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INSPIRATION


Every Christian in the measure in which he has become a new creature in Christ is a prophet, because he knows by the enlightening of God's Spirit “ what is the good and acceptable and perfect will of God ” (Romans xii. 2). An occasional state of divine possession in the other religions becomes in the prophets of Israel a permanent endowment for a few select agents of God's revelation; but when that revelation is consummated in Christ, inspiration becomes the universal privilege of all believers.

While there is much superstition in the view of inspiration found in many religions, and much imposture in the claims to the possession of it, yet it would be illogical to conclude that this feature of religion is altogether human error and not at all divine truth. Man's knowledge of God is conditional, and therefore limited by his knowledge of the world and himself, and has accordingly the same imperfection. The reality of a divine communion and communication with man is not to be denied because its nature has been imperfectly apprehended. We must estimate the worth of inspiration by the higher and not the lower stages, by the vision of an Isaiah or the consecration of a Paul; but at the same time we must be prepared to recognize its lowly beginnings.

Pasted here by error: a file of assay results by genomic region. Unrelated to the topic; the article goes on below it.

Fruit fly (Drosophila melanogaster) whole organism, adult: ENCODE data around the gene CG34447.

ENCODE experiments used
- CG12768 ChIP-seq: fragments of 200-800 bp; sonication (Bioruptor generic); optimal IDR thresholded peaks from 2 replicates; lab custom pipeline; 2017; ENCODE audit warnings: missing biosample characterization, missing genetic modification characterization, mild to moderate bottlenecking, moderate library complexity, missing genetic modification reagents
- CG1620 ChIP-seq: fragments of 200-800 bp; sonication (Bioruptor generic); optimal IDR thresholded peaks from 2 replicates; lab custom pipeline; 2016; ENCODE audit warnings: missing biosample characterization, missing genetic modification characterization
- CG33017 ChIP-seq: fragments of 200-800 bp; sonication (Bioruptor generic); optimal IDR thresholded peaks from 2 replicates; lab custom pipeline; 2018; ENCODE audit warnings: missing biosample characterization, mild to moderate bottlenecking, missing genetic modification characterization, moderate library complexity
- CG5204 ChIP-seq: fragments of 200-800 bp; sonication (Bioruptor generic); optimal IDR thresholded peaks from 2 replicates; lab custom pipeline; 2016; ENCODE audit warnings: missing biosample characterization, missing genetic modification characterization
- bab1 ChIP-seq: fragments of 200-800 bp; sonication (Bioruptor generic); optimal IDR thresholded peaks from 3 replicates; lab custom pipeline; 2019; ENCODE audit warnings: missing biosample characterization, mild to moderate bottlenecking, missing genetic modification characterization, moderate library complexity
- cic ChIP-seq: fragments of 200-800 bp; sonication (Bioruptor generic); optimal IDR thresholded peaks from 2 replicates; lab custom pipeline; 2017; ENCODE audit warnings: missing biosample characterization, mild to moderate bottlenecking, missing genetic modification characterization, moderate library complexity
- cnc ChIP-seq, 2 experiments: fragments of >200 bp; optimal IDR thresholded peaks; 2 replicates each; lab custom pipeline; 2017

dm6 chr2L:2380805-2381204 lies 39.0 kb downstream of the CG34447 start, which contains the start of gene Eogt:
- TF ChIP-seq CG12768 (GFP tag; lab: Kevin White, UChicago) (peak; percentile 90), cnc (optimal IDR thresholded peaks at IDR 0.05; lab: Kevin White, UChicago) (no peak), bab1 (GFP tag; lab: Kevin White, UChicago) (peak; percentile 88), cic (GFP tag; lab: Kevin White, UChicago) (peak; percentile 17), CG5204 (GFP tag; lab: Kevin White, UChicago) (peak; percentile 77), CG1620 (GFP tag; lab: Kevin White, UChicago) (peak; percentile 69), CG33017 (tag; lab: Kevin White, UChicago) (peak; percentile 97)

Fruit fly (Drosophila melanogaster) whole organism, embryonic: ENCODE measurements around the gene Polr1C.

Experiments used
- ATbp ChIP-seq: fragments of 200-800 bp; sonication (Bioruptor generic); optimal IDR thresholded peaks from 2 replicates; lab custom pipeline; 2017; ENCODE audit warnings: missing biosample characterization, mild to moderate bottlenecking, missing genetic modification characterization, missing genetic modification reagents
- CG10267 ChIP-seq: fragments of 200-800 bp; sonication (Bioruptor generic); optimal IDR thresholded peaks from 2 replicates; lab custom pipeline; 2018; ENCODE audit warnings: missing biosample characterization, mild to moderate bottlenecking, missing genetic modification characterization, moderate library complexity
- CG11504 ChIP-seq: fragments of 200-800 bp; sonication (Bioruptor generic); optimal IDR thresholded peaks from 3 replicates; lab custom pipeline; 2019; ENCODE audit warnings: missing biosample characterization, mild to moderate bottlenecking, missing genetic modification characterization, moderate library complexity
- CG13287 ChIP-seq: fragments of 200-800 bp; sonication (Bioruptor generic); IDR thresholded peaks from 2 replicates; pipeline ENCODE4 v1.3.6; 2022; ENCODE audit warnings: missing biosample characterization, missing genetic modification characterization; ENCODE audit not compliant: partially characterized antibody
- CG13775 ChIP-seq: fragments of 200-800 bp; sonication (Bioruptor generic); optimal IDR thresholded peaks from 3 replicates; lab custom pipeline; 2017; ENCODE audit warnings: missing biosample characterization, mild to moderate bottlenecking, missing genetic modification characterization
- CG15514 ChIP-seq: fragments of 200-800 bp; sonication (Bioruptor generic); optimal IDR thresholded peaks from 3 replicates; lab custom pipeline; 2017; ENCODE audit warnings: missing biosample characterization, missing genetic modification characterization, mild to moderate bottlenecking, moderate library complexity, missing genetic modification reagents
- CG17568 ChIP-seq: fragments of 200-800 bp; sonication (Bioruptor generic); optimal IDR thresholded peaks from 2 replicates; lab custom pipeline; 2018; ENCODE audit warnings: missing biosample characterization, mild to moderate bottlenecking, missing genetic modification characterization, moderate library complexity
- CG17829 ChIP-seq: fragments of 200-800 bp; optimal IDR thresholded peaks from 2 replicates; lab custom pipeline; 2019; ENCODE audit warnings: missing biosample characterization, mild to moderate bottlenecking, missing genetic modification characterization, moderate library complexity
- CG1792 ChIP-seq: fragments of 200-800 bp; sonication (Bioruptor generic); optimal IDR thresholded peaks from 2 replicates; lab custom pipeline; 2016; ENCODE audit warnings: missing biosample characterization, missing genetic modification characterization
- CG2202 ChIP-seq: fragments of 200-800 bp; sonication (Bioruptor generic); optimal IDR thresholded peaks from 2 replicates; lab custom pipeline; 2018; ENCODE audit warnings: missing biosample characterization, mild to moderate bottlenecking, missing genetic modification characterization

In dealing with the inspiration of the Bible, to which the use of the term has in the Christian Church been largely restricted, it is important to remember that inspiration is primarily personal; and that it assumes varied forms and allows varying degrees. Other- religions besides Christianity possess their sacred scriptures. The value attached to the Sibylline writings in Rome has already been mentioned. In Greece, Homer and Hesiod were csteemed as authoritative exponents of the mythology; a distinction was made between the poet's own words and the divine element, and what was offensive to reason, conscience or taste was explained allegorically. Hinduism distinguishes two classes of sacred writings, the S'ruti (hearing), which were believed to have been heard by inspired men from a divine source, and were endowed with supernatural powers, and the Smrili (recollection) derived from tradition. While the poets of the Rig-Veda, the oldest of the holy writings, do not claim inspiration, it is ascribed to them in the highest degree. Some of the Hindu sects-Vaishnavist and Saivist-regard some of the later writings, as also divine revelation. In Zoroastrianism, the books of the Zend-Avesla were conceived by later generations at least as having been eternally formed by Ormuzd, and revealed at the creation to his prophet Zoroaster, who, however, guarded the communication carefully in his mind until a very much later date in the world's history. Ormuzd drove Ahriman back to hell by reciting one of the holy hymns. Buddhism has its Tripilaka (three baskets), and the reading, reciting and copying of the sacred scriptures is one of the surest means of acquiring merit. But as it ignores the gods, and places Buddha far above them, it does not claim divine inspiration for its writings. Buddha himself enlightens, but every man must save himself by walking in the true way which has been shown to him. Confucianism has its literature of absolute authority on manners, morals, rites and politics, but its claim does not rest on inspiration. These writings are revered as preserving the beliefs and customs of former ages, which are believed to have been more familiar than the present with the Way of Heaven. 'For the Koran very extravagant claims are made by orthodox Islam. Although Mahomet at first feared that his call to be a prophet was a deception of evil spirits, and wished to take his own life, yet afterwards he uttered his decisions on most trivial matters as divine oracles. God preserves the original text of the Koran in Heaven, and blots out what He wills and leaves what He wills. By the angel Gabriel God communicated this book word for word to the prophet, so that the Koran is a faithful copy of the heavenly book. The angels in heaven read the Koran. While the orthodox theology asserted. the eternity of the Koran, the Mo'tazilite school denied this for the rmson that the spoken sounds and the written signs in which alone a revelation could be given must have come to be lUfUlll€» As Islam was not altogether independent of Christianity and Judaism, this doctrine of the Karan was probably intended as a reply to the claims of Jews and Christians for their holy writings.